Husain also seemed puzzled as to why anyone would need more than one recipe for spaghetti bolognese – but, as any keen cook knows, you can never have too many different takes on a dish. Just as you wouldn’t want to get all your news from a single source, it would be a sad thing to eat the same bolognese for the rest of your life. Sometimes only a molto autentico version, as laid down by a fierce Italian donna, rich with tradition and chopped liver, will do – and sometimes, though you would never admit it in a national magazine, you crave the comfort of your mum’s spag bol with grated cheddar.

The world wouldn’t starve without BBC Food’s collection but, given that an online search for “spaghetti bolognese recipe” turns up about a million results, it would have been sad to have lost one of the internet’s more trustworthy sources of information. As someone who spends a large part of each week researching and testing recipes, I can assure you that genuinely reliable ones are rarer than decent chips after closing time. But although it is certainly the only place you’ll find the Most Haunted host Yvette Fielding’s kedgeree alongside Heston Blumenthal’s snail porridge, the BBC website is not the only one that is worth your time.

The good thing about newspaper, magazine and other commercial platforms is that most still have just enough budget to ensure that their recipes will have been made at least twice – once by the writer and once for the accompanying photographs – though sadly the days when everyone employed an independent recipe tester are long gone. Such sites also often have sufficient traffic to generate a useful volume of comments. I never make a recipe without scrolling down to see what other people have said about it. Get past the “Can’t wait to make this!” brigade; ignore the annoying people who swap baked beans for lentils and then complain, “This is nothing like dhal”; and there’s usually some sensible advice in there, too.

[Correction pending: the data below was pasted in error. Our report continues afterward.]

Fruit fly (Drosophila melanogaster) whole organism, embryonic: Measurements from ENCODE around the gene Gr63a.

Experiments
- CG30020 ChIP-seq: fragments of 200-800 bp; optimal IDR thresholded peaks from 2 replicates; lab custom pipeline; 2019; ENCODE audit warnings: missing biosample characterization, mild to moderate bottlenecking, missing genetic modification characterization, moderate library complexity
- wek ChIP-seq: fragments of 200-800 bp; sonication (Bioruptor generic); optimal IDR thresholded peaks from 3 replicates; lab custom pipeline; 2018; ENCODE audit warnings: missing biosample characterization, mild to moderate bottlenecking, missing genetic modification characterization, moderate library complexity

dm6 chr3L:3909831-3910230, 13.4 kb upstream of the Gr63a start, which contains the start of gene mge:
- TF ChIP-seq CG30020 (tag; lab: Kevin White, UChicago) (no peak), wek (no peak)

But what about when you leave the safety of the big boys and venture into the no man’s land of the personal blog? How do you separate the wheat from the chaff and find a recipe that actually works? You can often tell how much work a writer has put in by the level of detail they go into: if they have indicated how many people it serves, or where to find unusual ingredients, suggested possible tweaks and credited their original sources, they have probably made the dish more than once. The photography is another handy clue. You don’t have to be Annie Leibovitz to provide a good idea of what the finished dish ought to look like.

Do a bit of digging as part of your prep. If you like the look of the rest of the site, the author’s tastes will probably chime with your own. And always, always, wherever the recipe is from, read it all the way through, even before you order the shopping. There is nothing more annoying than getting halfway through and then realising that you need a hand blender to finish the dish, just as the first guest arrives.

Above all, trust your instincts. If the cooking time seems far too short, or the salt content ridiculously high, it probably is, so keep an eye on that oven, check that casserole, keep tasting that sauce. As someone who once published a magic mince pie recipe without any sugar, I’m living proof that, occasionally, even the very best of us make mistakes. 

Felicity Cloake is the New Statesman’s food columnist. Her latest book is The A-Z of Eating: a Flavour Map for Adventurous Cooks.

This article first appeared in the 26 May 2016 issue of the New Statesman, The Brexit odd squad